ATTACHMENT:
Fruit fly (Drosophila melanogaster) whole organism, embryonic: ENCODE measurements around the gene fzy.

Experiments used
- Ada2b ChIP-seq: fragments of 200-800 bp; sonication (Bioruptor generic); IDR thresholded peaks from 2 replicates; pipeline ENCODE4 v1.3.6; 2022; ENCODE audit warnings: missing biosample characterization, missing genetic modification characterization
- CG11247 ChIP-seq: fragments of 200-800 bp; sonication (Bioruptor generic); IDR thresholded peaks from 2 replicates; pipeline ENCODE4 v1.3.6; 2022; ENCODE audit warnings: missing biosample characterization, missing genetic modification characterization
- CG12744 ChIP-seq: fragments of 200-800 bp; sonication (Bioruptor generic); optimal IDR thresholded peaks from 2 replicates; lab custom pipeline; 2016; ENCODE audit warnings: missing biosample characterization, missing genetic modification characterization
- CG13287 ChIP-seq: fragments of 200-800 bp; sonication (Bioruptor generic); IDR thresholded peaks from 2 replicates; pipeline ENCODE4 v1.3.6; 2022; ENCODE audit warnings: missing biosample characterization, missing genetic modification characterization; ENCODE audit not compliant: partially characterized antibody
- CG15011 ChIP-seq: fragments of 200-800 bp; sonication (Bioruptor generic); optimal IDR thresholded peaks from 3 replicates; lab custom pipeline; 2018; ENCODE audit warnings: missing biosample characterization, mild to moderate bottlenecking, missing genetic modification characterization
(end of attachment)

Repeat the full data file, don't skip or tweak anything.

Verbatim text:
Fruit fly (Drosophila melanogaster) whole organism, embryonic: ENCODE measurements around the gene fzy.

Experiments used
- Ada2b ChIP-seq: fragments of 200-800 bp; sonication (Bioruptor generic); IDR thresholded peaks from 2 replicates; pipeline ENCODE4 v1.3.6; 2022; ENCODE audit warnings: missing biosample characterization, missing genetic modification characterization
- CG11247 ChIP-seq: fragments of 200-800 bp; sonication (Bioruptor generic); IDR thresholded peaks from 2 replicates; pipeline ENCODE4 v1.3.6; 2022; ENCODE audit warnings: missing biosample characterization, missing genetic modification characterization
- CG12744 ChIP-seq: fragments of 200-800 bp; sonication (Bioruptor generic); optimal IDR thresholded peaks from 2 replicates; lab custom pipeline; 2016; ENCODE audit warnings: missing biosample characterization, missing genetic modification characterization
- CG13287 ChIP-seq: fragments of 200-800 bp; sonication (Bioruptor generic); IDR thresholded peaks from 2 replicates; pipeline ENCODE4 v1.3.6; 2022; ENCODE audit warnings: missing biosample characterization, missing genetic modification characterization; ENCODE audit not compliant: partially characterized antibody
- CG15011 ChIP-seq: fragments of 200-800 bp; sonication (Bioruptor generic); optimal IDR thresholded peaks from 3 replicates; lab custom pipeline; 2018; ENCODE audit warnings: missing biosample characterization, mild to moderate bottlenecking, missing genetic modification characterization